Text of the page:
Single Microphone / Open Top: If you are using a single microphone, it is generally recommended that you record from above, as placement of the microphone in the lower center may interfere with the performer’s ability to access the pedals and the microphone will likely pick up excessive pedal and other mechanical noise. Position the microphone just over the open top, centered over the instrument. (see Fig. 4C)

Experiment until you find the sound you want. The tips listed here are a good place to start.

Broadcast Your Voice

MXL BCC-1 Broadcast Microphone

A question our technical support gets all the time is, “What microphone is best for broadcasting and podcasting?” The answer is, any microphone can amplify a voice. That’s easy. But does it sound natural? Is your deep voice too muddy? Is the sound too bright? There are some subtle differences with broadcast mics that make speech sound clear and smooth, the way it should over the radio. You want to select a true broadcast microphone for your radio show or podcast, especially if you have one of those deep radio voices.

Here’s a quick guide to our broadcast microphones followed by a handy video so you can hear the difference:

MXL’s BCC-1 and BCD-1 are made for broadcasters.

The BCC-1 is a side address condenser microphone. (The second C stands for condenser.) It has a bass roll-off switch especially for deep voices. What’s bass roll-off? If you’ve got a deep voice, you need the microphone to compensate for that so the low tones don’t become all muddy and inarticulate. You’ve heard when a deep voice sounds like a low rumble? The bass roll-off switch prevents that. There’s also a tuned grill to eliminate internal reflections. Basically, your voice doesn’t bounce all over inside the capsule. Voice goes in, clear sound goes out to your audience.

The BCC-1 also has a small diaphragm capsule and a narrow polar pattern. In a studio, there may be other activity going on around you and you don’t want your mic picking up all that noise. The BCC-1 keeps the focus on your voice.

Another option is the BCD-1, a dynamic end address microphone. (The D stands for dynamic.) The benefit here is that the end of that mic is a very small area that is only going to pick up your voice when you speak directly into it. Dynamic mics are used on stage in live performances because they’re great at canceling out the background noise. Same principal applies in a studio or home recording space.

The BCD-1 has a tuned grill to eliminate internal reflections. Plus, it has a built-in shock mount to prevent noise from floor vibrations and other movement.

Condensers, like the BCC-1, are very sensitive because they’re made for controlled environments. The BCD-1 might be a better choice for you if you’re recording from home or if your studio has a lot of other people or activity in it. If you have a deep voice, the BCC-1 is a better choice because of the bass roll-off switch.

HardwareFX.com did this review that perfectly demonstrates the sound difference between the BCC-1 Condenser and the BCD-1 Dynamic.

How To Mic a Guitar Amp

Guitar
When you hear a memorable guitar riff, you’re probably not thinking of how it was recorded…where the amp sat, was it on a carpeted floor, was the microphone two inches or ten inches away. But it’s these details that contribute to the sound you hear on the recording. So how do you capture the sound of an electric guitar?

First of all, you want to record the amp. While the electric guitar can certainly be recorded directly, there are times when there is simply no substitute for the sound of a real amplifier. Guitar amps have particular gain stages that facilitate the popular “crunch” guitar sound. While digital modeling and processing systems certainly have their place, they may not have the same level of realism as the sound from an amplifier. A small guitar amp can be just as effective for this application as a stack, because you don’t necessarily need to “crank” the volume. Instead, you want to increase the amp’s initial gain to achieve the desired amount of overdrive.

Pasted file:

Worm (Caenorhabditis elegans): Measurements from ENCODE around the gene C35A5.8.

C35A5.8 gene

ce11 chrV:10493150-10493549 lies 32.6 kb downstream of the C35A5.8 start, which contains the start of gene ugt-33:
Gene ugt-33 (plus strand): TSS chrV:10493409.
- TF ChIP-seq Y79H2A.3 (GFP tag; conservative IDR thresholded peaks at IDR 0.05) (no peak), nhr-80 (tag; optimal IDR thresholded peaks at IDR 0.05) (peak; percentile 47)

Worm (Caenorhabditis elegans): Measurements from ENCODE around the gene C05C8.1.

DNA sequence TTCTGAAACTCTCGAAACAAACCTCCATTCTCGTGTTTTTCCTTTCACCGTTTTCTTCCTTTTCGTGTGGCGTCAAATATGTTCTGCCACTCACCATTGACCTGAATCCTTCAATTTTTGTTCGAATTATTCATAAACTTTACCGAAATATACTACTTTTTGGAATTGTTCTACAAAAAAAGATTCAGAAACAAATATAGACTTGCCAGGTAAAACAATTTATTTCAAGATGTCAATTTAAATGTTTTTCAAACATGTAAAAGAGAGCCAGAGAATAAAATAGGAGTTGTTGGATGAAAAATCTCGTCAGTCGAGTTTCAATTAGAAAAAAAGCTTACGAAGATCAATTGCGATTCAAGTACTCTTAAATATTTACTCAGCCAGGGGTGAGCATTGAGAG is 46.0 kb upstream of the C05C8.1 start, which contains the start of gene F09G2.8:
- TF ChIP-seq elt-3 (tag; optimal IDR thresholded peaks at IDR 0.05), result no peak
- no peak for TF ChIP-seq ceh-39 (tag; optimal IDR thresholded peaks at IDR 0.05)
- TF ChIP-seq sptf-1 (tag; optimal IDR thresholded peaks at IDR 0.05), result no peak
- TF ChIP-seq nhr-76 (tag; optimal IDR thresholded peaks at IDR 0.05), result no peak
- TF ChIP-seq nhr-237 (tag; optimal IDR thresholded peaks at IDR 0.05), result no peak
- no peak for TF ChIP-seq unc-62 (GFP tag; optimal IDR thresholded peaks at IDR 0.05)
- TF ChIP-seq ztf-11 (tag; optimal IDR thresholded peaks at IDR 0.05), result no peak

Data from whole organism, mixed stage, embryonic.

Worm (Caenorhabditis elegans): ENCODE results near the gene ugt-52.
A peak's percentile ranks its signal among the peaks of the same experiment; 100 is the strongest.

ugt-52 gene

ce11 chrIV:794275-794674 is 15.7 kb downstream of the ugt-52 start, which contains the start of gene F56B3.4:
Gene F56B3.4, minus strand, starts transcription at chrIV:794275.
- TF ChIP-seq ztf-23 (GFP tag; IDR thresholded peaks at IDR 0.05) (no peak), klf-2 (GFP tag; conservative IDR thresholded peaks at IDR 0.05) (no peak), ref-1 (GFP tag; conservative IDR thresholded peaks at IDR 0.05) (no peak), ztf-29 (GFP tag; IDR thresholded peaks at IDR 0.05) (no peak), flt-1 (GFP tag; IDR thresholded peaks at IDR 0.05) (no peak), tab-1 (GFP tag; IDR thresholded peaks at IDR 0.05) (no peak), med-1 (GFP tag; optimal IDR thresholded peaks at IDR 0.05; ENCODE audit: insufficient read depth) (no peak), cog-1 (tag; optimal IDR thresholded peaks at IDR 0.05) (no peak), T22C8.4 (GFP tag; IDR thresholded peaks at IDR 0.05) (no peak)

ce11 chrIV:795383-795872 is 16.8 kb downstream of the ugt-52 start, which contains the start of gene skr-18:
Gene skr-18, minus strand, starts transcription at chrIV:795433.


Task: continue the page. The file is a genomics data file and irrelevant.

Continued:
Typically, a guitar amp is close mic’ed to achieve the highest direct sound. Placing the microphone roughly 4 inches from the grill, aimed directly at the center of the loudspeaker will produce the most “edge” to your sound. If you move the mic further away, it takes the edge off the sound. It’ll be a bit mellower.

Now, if you’re going to put a microphone super close to an amp, it better be able to handle some high SPLs (sound pressure levels). It doesn’t necessarily have to be a dynamic mic – a condenser or two can do the job. A good instrument mic can perform well on a variety of instruments, including a guitar cabinet.

Distance from the source isn’t the only thing affecting the sound. By angling the microphone slightly off axis and towards the wall, you can add more “room sound.” Experimentation is a key factor in achieving the sound you are looking for. You might put one mic close to the cabinet and one several inches way. You’ll target the cabinet but you’ll also pick up the cabinet sound as it’s reflected in the room.Diagram of microphone placement

A ribbon mic might also give you the mix of guitar and room sound you’re looking for. The figure eight pattern picks up sound to the front and back of the mic without any creative placement. It’s what ribbon mics are made for.

Placement of the amp is another important factor. If the amplifier sits on a carpeted floor, you are more likely to reduce the amount of brightness in the sound. Similarly, elevating the amplifier off the floor may result in a loss of low-end. If you’re looking for a big reverberant tone, placing the amp and microphone in the bathroom is another popular technique. The hard tiles and other reflective surfaces can do wonders for a dull sound. In this case, move the microphone back a few feet from the loudspeaker and crank it up!

Recording audio is all about getting the sound you want. Garage band or singer/songwriter? Rock anthem or wedding ballad? “Enter the Sandman” or “Faithfully”? Determine your desired sound and then adjust your mic and amp placement until you get it. There’s no wrong answer!

MM160 Mobile Media Lavalier Microphone

 

Blog-MM160

The MXL Mobile Media MM160 Lavalier Microphone is shipping now! Record yourself or someone else using a discreet lapel mic plugged into a mobile phone or tablet. Like all Mobile Media products, the 6 ft. cable has a built-in headphone jack for audio monitoring or playback.

The MM160 is the perfect way to record audio for video, a speech or a presentation. For audio-only recording, put the phone in your pocket for hands-free recording. If recording video, the little lav mic is a great way to capture one voice in a crowd, without all the background noise.